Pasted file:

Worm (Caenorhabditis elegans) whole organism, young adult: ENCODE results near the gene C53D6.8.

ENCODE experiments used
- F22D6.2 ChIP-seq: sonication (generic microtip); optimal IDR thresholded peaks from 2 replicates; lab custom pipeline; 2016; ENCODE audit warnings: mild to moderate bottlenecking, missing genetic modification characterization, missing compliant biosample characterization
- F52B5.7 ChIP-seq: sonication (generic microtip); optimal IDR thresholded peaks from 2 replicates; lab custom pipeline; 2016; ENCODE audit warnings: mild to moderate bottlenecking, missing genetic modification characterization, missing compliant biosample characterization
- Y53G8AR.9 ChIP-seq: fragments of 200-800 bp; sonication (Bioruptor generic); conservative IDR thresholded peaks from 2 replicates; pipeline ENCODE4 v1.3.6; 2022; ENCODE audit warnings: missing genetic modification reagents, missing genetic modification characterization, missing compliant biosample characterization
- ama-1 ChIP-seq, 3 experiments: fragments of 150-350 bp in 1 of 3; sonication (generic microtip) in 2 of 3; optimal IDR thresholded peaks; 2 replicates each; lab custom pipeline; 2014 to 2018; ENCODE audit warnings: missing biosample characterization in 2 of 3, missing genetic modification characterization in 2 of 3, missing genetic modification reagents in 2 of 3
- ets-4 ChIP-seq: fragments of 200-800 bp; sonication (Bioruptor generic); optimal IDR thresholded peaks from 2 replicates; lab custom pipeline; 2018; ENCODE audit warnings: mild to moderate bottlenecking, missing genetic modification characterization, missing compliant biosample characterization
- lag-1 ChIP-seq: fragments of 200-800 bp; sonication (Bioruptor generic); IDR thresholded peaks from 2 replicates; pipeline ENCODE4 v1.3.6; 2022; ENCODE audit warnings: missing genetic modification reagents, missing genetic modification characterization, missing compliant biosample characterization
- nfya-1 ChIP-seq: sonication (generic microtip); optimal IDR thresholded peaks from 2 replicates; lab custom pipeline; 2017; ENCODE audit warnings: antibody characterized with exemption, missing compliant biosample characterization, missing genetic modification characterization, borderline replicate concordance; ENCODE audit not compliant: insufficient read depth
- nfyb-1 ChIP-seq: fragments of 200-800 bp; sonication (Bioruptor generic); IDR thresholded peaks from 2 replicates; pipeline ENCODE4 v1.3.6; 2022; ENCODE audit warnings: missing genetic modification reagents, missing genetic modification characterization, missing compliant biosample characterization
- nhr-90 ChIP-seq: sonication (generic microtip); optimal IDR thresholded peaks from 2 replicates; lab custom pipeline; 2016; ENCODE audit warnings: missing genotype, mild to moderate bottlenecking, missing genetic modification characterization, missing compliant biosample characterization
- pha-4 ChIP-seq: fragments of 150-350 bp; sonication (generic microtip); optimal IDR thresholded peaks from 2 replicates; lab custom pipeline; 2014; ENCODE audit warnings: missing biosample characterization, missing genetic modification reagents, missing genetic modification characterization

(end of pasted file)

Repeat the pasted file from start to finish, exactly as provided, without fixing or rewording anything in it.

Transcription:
Worm (Caenorhabditis elegans) whole organism, young adult: ENCODE results near the gene C53D6.8.

ENCODE experiments used
- F22D6.2 ChIP-seq: sonication (generic microtip); optimal IDR thresholded peaks from 2 replicates; lab custom pipeline; 2016; ENCODE audit warnings: mild to moderate bottlenecking, missing genetic modification characterization, missing compliant biosample characterization
- F52B5.7 ChIP-seq: sonication (generic microtip); optimal IDR thresholded peaks from 2 replicates; lab custom pipeline; 2016; ENCODE audit warnings: mild to moderate bottlenecking, missing genetic modification characterization, missing compliant biosample characterization
- Y53G8AR.9 ChIP-seq: fragments of 200-800 bp; sonication (Bioruptor generic); conservative IDR thresholded peaks from 2 replicates; pipeline ENCODE4 v1.3.6; 2022; ENCODE audit warnings: missing genetic modification reagents, missing genetic modification characterization, missing compliant biosample characterization
- ama-1 ChIP-seq, 3 experiments: fragments of 150-350 bp in 1 of 3; sonication (generic microtip) in 2 of 3; optimal IDR thresholded peaks; 2 replicates each; lab custom pipeline; 2014 to 2018; ENCODE audit warnings: missing biosample characterization in 2 of 3, missing genetic modification characterization in 2 of 3, missing genetic modification reagents in 2 of 3
- ets-4 ChIP-seq: fragments of 200-800 bp; sonication (Bioruptor generic); optimal IDR thresholded peaks from 2 replicates; lab custom pipeline; 2018; ENCODE audit warnings: mild to moderate bottlenecking, missing genetic modification characterization, missing compliant biosample characterization
- lag-1 ChIP-seq: fragments of 200-800 bp; sonication (Bioruptor generic); IDR thresholded peaks from 2 replicates; pipeline ENCODE4 v1.3.6; 2022; ENCODE audit warnings: missing genetic modification reagents, missing genetic modification characterization, missing compliant biosample characterization
- nfya-1 ChIP-seq: sonication (generic microtip); optimal IDR thresholded peaks from 2 replicates; lab custom pipeline; 2017; ENCODE audit warnings: antibody characterized with exemption, missing compliant biosample characterization, missing genetic modification characterization, borderline replicate concordance; ENCODE audit not compliant: insufficient read depth
- nfyb-1 ChIP-seq: fragments of 200-800 bp; sonication (Bioruptor generic); IDR thresholded peaks from 2 replicates; pipeline ENCODE4 v1.3.6; 2022; ENCODE audit warnings: missing genetic modification reagents, missing genetic modification characterization, missing compliant biosample characterization
- nhr-90 ChIP-seq: sonication (generic microtip); optimal IDR thresholded peaks from 2 replicates; lab custom pipeline; 2016; ENCODE audit warnings: missing genotype, mild to moderate bottlenecking, missing genetic modification characterization, missing compliant biosample characterization
- pha-4 ChIP-seq: fragments of 150-350 bp; sonication (generic microtip); optimal IDR thresholded peaks from 2 replicates; lab custom pipeline; 2014; ENCODE audit warnings: missing biosample characterization, missing genetic modification reagents, missing genetic modification characterization